A week or so after this meeting, I saw another aspect of this relationship. I watched as a dozen or so sperm whales were hunted by Russian catcher boats, saw and heard the harpoons explode like shots of cannon and sail over those members of our crew who, in Zodiac boats, had put themselves between the whalers and their targets in the belief that their presence would prevent the Russians from opening fire. Indifferent to the courage of this manner of protest, the whalers went about dispatching the small herd, the harpoons piercing and exploding the flesh of the whales until the columns of breath became bloody geysers.
As I watched I remembered how Melville described the way the sperm whale, in its death agony, turns toward the sun, as if to pay a final homage to life before leaving it. The whales I saw killed that afternoon had no chance for such acts of instinctive worship; blown apart by modern weaponry, they had time for only the briefest unconscious convulsions before they died. Later, their bodies would be taken to a large factory ship, from which the stench carried a great distance across the water. Their carcasses would be turned into commodities; oil would become an ingredient in margarine and a lubricant for delicate machinery; flesh ground into fertilizer and food; excrement, under the genteel name of “ambergris,” prepared to serve as a stabilizer for society’s more expensive perfumes. But before they could be towed away for this transformation, air was pumped through hoses into the whales’ blowholes to keep the corpses buoyant. Bloated, disfigured, bloody, gnawed on by sharks, the dead whales bobbed clumsily on the surface of the water, tokens of desecration that would stay in my mind long after it comprehended that the whale, through size and innocence, was an embodiment of pure being that deserved a wholly dedicated defense.
And so I returned from the voyage with a passion, and was perplexed to find that it was one not easily shared by most of my friends. Whenever I brought up the topic of whales, a yawn would spread through the company I was with; eyes would glass over, curious smiles would appear, and eyebrows would cock in frank suspicion of my sincerity. I could hardly blame those who knew me for their lack of enthusiasm and understanding. After all, most were in the same benighted state I had endured before sailing with Greenpeace, and even the more enlightened could hardly accept me as a serious apostle of whale conservation.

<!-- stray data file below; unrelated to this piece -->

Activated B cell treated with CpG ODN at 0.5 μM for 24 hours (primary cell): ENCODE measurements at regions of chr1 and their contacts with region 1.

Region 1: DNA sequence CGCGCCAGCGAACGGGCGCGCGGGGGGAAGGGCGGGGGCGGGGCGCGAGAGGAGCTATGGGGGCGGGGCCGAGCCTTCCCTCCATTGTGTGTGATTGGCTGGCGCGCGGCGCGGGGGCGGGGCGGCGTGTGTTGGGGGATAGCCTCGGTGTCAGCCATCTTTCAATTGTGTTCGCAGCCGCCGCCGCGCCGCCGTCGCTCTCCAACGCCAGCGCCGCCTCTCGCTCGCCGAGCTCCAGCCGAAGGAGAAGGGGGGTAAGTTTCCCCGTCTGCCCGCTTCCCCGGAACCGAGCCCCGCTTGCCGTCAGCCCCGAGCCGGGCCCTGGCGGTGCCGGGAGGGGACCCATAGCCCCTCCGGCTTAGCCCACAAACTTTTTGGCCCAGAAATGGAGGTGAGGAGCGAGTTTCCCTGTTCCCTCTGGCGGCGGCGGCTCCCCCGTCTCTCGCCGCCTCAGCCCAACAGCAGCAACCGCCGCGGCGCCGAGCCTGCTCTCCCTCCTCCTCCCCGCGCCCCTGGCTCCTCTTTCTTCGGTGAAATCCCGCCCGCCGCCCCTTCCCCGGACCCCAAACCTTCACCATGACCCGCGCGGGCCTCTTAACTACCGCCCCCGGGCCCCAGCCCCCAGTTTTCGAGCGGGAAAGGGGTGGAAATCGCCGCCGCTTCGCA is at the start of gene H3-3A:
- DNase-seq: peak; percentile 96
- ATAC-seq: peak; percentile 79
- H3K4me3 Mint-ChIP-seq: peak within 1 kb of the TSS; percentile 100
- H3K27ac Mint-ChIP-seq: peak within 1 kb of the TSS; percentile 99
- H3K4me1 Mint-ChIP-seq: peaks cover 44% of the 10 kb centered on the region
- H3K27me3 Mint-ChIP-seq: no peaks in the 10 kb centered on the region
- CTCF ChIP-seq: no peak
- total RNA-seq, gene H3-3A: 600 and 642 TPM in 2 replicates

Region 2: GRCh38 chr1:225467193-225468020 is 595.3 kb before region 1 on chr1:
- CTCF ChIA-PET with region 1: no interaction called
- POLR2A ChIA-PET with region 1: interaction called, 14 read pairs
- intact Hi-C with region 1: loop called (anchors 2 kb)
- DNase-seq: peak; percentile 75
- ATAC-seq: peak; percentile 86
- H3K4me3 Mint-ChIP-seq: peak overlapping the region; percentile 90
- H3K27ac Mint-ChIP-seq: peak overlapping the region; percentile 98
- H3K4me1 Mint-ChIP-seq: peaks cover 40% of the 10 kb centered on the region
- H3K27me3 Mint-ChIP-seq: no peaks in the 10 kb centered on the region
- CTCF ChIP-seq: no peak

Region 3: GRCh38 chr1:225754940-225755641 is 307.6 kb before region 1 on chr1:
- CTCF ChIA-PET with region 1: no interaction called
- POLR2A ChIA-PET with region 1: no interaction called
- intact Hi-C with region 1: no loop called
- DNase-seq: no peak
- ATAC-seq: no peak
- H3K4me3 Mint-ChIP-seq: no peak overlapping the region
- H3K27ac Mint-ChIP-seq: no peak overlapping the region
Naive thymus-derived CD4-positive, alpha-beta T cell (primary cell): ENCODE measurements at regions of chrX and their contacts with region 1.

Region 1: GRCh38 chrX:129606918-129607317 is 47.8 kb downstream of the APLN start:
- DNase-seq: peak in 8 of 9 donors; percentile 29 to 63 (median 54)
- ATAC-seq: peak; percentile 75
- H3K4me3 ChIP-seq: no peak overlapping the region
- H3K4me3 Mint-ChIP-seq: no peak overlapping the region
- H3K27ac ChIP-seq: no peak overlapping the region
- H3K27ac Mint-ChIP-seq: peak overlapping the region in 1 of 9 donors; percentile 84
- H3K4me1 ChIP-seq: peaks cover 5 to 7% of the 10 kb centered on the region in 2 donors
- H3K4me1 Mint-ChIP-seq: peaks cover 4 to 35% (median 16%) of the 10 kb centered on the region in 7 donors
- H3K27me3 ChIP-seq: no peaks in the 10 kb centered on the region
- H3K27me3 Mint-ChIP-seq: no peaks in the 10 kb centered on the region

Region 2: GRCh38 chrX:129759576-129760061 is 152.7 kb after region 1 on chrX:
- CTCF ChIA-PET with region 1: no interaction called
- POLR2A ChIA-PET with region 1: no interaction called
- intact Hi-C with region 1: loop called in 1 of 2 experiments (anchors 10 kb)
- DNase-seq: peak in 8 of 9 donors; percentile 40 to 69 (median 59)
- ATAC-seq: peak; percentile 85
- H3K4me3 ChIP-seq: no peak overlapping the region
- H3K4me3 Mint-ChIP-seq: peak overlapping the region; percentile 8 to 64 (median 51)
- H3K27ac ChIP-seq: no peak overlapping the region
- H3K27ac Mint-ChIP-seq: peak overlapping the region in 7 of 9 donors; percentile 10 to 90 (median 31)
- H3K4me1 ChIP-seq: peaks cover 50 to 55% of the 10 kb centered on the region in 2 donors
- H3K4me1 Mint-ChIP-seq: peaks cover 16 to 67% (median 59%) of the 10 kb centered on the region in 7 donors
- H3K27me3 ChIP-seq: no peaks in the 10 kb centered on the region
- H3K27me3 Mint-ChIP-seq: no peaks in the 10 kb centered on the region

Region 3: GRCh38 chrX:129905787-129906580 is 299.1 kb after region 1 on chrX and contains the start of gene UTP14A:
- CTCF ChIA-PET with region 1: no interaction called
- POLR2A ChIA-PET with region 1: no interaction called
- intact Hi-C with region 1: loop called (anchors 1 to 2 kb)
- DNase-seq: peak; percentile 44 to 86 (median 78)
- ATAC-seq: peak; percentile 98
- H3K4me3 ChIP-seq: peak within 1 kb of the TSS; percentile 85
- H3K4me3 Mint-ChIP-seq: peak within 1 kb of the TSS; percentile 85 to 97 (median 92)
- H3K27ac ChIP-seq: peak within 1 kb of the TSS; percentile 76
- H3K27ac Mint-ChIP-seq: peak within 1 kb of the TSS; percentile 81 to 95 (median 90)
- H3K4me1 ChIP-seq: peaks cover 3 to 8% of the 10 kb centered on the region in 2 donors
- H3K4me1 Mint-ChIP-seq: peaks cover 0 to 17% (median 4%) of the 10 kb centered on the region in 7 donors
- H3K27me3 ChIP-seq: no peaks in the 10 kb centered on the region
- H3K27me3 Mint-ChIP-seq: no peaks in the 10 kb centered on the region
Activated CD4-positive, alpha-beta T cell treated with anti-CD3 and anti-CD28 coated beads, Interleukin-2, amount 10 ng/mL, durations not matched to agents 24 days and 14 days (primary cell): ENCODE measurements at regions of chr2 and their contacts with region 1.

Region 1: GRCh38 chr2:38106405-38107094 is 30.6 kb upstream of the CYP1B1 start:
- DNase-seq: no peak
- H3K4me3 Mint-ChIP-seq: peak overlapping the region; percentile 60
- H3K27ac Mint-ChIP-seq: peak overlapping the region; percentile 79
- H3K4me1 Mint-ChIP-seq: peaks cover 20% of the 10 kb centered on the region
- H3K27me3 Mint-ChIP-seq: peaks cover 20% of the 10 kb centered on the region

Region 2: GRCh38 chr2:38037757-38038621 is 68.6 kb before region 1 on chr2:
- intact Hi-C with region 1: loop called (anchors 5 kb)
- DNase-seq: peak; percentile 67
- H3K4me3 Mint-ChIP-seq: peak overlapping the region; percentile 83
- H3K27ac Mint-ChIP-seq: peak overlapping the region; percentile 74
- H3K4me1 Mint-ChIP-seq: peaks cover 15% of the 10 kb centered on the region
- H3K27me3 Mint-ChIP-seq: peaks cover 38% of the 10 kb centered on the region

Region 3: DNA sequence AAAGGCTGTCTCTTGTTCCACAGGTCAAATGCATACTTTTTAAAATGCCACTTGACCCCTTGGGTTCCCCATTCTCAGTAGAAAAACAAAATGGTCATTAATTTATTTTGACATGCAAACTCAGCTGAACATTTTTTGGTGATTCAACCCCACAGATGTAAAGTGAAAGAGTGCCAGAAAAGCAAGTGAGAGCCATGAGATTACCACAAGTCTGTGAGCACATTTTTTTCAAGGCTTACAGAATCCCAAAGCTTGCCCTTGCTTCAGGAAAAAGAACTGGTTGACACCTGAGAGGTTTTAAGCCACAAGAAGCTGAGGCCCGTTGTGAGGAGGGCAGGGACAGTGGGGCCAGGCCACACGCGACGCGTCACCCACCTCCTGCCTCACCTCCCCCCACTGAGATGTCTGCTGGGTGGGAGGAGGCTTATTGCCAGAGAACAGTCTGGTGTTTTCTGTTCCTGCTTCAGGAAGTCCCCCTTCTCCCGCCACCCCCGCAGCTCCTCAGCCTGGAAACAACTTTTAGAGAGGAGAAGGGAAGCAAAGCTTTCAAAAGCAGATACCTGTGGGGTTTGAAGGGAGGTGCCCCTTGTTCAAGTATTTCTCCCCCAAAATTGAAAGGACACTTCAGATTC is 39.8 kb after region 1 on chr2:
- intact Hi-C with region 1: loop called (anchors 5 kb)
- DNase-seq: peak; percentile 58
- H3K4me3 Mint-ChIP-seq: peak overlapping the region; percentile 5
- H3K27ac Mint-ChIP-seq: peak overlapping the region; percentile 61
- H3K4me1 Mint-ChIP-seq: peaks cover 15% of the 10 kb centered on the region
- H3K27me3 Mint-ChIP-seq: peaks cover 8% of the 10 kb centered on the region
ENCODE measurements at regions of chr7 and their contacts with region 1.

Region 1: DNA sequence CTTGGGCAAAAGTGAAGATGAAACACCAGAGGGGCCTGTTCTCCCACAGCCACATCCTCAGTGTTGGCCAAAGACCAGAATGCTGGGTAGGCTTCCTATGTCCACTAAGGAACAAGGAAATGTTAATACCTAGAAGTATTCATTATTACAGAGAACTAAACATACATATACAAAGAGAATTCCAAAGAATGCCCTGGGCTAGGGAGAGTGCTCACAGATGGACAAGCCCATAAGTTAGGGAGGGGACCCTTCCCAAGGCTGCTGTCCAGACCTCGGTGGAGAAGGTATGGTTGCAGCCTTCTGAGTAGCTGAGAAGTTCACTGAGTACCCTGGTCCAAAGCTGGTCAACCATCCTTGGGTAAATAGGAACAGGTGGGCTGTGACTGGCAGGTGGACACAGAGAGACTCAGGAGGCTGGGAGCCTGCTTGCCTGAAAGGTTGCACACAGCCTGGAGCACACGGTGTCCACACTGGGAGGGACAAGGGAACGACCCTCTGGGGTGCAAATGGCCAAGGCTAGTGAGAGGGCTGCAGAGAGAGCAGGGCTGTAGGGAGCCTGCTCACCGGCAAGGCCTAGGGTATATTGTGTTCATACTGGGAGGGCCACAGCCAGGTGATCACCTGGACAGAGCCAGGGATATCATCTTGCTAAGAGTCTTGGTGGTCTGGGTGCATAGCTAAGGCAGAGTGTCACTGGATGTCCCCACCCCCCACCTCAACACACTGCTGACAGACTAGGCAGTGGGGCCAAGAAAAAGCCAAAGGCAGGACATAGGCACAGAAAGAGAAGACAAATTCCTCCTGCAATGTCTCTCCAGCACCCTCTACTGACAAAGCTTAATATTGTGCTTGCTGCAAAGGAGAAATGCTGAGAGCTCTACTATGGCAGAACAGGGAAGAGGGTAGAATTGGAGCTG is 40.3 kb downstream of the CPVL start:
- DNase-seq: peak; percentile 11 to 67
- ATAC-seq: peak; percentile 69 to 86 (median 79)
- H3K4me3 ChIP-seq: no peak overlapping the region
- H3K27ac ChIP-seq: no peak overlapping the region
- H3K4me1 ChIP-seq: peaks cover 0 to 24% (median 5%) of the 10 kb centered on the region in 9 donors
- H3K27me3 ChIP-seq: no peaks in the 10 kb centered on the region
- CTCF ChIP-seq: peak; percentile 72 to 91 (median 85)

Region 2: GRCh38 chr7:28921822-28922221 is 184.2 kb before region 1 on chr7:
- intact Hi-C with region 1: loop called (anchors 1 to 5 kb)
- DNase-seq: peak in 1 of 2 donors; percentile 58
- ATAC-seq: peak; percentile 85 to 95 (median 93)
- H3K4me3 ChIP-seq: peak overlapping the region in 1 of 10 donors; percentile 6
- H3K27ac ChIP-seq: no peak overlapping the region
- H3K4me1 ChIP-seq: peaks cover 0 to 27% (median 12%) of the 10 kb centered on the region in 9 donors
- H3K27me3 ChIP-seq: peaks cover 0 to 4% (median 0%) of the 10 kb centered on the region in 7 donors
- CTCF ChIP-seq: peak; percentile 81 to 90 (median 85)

To educate them as well as myself, and to demonstrate the earnestness of my feelings, I began searching for books that would offer information about the order Cetacea in a manner that satisfied intelligent curiosity. This was not easy. Either one was confronted with a text suitable for ten-year-olds or a forbidding volume meant exclusively for cetologists and those laymen whose fanatic enthusiasm would carry them through dense clusters of biological detail. A book of the latter type is Mammals of the Sea, edited by Sam H. Ridgeway.* It contains articles by biologists, geneticists, pathologists, and research veterinarians, all of whom have made the three orders of marine mammals their special field. This excellent work has abundant cross-section drawings and statistics; everything, from the distal esophagus of the California sea lion to the chemical breakdown of porpoise urine, is analyzed with impressive thoroughness. There are even anecdotal entertainments tucked within the paragraphs of information, as when Melba and David Caldwell in their study “Behavior of Marine Mammals” relate how the managements of various marinelands have been embarrassed by the uninhibited masturbatory practices of captive dolphins. But such respites from scientific data are rare in Mammals of the Sea, and though it is an estimable book, it is not one which would kindle in my untutored friends a passionate interest in its subject.